Open

Coming up

Don't miss

Replay


LATEST SHOWS

DEBATE

Pakistan Protests: Democracy put the test (Part One)

Read more

ENCORE!

The French Maestro of Soul

Read more

FOCUS

US tobacco giants want lion's share of e-cigarette business

Read more

ENCORE!

Bold and bonkers: Kate Bush is back on stage

Read more

THE INTERVIEW

Simon Serfaty, US foreign policy specialist

Read more

IN THE PAPERS

'It's a War, Stupid!'

Read more

BUSINESS DAILY

French PM calls on ECB to go further to help economy

Read more

IN THE PAPERS

'I love the Socialists'

Read more

WEB NEWS

Ukraine: Web users call for international assistance

Read more

  • Ukrainian forces retreat from Luhansk airport after clashes

    Read more

  • Teddy Riner, France’s unstoppable judo champion

    Read more

  • French education ministry picture sparks racist abuse

    Read more

  • French police arrest hungry hedgehog hunters

    Read more

  • US urges Israel to reverse West Bank land seizure

    Read more

  • UN backs inquiry of IS group’s alleged crimes in Iraq

    Read more

  • Tripoli under control of militias, says government

    Read more

  • Iraqi forces free Amerli in biggest victory over IS militants since June

    Read more

  • Monaco’s Falcao set for Man Utd loan on transfer deadline day

    Read more

  • Spain orders custody for parents of ill British boy

    Read more

  • Anti-government protesters storm Pakistan's state TV

    Read more

  • Putin calls for talks on 'statehood' for east Ukraine

    Read more

  • Poland marks 75 years since German invasion of WWII

    Read more

  • Israel appropriates large tracts of West Bank land

    Read more

  • Rescue efforts under way after French apartment block blast

    Read more

  • Web doc on French self-immolation protests takes top prize

    Read more

Really smart cars are ready to take the wheel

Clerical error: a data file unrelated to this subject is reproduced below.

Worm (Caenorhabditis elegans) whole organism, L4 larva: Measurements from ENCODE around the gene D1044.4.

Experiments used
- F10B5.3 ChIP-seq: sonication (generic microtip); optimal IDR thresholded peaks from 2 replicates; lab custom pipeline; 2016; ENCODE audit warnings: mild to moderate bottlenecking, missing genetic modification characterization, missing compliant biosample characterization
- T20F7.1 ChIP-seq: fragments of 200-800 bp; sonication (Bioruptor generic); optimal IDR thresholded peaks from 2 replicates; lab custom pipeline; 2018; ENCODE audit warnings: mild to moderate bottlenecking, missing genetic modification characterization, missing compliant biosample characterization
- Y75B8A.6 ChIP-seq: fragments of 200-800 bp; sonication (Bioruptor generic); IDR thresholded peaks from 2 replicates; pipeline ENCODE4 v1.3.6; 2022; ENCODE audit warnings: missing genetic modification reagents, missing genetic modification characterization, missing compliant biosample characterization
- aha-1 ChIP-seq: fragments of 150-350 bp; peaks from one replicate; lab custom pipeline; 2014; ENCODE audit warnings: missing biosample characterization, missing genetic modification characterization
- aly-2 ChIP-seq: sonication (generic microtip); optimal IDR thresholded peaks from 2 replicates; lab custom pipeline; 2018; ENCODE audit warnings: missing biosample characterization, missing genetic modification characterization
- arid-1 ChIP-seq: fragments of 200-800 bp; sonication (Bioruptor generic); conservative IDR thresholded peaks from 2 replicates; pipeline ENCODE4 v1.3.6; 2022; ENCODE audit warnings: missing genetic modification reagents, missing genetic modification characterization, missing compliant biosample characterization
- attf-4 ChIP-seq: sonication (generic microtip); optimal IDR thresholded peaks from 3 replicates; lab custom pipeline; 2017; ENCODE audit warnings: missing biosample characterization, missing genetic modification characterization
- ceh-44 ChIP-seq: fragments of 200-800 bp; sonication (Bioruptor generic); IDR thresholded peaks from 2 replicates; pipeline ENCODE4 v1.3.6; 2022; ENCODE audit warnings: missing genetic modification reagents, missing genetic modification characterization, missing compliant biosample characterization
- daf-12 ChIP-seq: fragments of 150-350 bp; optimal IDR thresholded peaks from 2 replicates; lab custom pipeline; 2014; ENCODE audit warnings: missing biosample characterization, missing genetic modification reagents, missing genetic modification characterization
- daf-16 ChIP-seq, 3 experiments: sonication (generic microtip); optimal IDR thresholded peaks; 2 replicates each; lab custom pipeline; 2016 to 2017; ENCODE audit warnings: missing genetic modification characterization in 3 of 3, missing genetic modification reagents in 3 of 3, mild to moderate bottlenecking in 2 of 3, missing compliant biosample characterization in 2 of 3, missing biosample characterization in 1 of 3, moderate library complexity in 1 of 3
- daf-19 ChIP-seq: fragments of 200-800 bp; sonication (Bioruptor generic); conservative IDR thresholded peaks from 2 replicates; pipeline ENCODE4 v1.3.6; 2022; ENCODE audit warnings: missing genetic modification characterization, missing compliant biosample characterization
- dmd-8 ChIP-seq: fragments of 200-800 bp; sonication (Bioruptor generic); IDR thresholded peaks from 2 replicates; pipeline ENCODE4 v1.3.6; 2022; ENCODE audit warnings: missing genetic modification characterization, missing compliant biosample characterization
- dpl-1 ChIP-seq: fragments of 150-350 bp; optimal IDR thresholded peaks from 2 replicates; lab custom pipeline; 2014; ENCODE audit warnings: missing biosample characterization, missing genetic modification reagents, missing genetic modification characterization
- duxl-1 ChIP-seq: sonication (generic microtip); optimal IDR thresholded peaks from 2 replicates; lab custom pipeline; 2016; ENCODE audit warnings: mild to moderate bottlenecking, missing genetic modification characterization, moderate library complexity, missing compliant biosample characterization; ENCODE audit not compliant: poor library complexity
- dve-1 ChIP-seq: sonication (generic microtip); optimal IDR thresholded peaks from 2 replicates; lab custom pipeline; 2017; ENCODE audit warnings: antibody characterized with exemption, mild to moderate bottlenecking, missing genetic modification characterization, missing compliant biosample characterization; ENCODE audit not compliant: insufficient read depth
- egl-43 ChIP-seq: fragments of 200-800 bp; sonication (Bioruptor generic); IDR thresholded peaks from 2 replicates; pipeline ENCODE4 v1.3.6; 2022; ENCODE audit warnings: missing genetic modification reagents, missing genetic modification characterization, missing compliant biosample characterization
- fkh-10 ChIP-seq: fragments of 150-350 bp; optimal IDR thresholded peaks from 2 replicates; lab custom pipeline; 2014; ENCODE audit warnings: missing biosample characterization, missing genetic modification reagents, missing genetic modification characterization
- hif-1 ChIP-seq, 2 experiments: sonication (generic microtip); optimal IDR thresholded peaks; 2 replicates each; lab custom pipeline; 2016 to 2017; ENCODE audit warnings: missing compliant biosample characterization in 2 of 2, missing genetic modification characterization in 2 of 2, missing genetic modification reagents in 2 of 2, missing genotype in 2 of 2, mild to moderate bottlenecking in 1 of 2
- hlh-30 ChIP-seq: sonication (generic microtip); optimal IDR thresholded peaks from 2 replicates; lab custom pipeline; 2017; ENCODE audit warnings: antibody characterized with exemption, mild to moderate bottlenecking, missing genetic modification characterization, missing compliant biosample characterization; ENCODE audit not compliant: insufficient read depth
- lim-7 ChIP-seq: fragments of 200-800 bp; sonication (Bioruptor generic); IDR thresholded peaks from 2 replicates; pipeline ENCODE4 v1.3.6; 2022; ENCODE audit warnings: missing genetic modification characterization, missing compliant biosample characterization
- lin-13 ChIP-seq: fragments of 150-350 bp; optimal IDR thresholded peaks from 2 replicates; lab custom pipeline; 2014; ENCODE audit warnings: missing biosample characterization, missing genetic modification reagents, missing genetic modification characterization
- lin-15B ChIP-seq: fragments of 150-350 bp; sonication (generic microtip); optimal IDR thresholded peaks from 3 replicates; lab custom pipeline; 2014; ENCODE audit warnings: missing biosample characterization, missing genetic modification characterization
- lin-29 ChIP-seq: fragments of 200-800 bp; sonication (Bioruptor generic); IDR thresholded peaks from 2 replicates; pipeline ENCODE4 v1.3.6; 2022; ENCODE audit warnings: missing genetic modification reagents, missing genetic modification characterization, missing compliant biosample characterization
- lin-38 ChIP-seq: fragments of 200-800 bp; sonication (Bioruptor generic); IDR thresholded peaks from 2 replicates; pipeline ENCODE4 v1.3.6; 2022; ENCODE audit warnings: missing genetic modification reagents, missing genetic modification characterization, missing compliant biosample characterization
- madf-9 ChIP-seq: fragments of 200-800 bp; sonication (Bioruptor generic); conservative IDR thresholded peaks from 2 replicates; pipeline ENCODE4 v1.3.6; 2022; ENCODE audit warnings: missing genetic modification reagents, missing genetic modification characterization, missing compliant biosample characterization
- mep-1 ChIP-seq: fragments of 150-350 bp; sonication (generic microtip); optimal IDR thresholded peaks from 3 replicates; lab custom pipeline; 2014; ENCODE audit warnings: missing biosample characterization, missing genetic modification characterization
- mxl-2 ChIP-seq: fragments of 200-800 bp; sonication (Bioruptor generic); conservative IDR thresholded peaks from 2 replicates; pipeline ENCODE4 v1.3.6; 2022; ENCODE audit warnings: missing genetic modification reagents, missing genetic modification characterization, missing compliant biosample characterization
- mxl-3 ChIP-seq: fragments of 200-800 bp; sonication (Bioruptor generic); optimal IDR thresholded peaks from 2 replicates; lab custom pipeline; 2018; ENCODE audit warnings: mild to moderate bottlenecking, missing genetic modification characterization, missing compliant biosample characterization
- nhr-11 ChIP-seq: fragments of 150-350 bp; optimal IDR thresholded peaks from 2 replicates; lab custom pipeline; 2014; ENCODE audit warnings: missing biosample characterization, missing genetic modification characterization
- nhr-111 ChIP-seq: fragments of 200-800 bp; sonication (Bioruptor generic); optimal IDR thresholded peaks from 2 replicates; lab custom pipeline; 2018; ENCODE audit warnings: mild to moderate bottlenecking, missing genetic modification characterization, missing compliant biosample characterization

AFP

A Range Rover Evoque equipped with Valeo self-parking technology backs into a parking spot during a driverless car demo at the International CES in Las Vegas on January 8, 2014A Range Rover Evoque equipped with Valeo self-parking technology backs into a parking spot during a driverless car demo at the International CES in Las Vegas on January 8, 2014

A Range Rover Evoque equipped with Valeo self-parking technology backs into a parking spot during a driverless car demo at the International CES in Las Vegas on January 8, 2014A Range Rover Evoque equipped with Valeo self-parking technology backs into a parking spot during a driverless car demo at the International CES in Las Vegas on January 8, 2014

Why waste your time looking for a place to park when your car can do it for you? An idea that was pure science fiction only a few years ago is becoming reality thanks to automatic robot cars.

A car with no one on board drives into a car park at walking pace, lets a pedestrian pass, and then backs into a narrow parking space without the merest bump or scrape.

The technology that makes this possible has been developed by the Swedish car company Volvo and the French parts maker Valeo. It is still at the prototype stage but could be widely available within six years.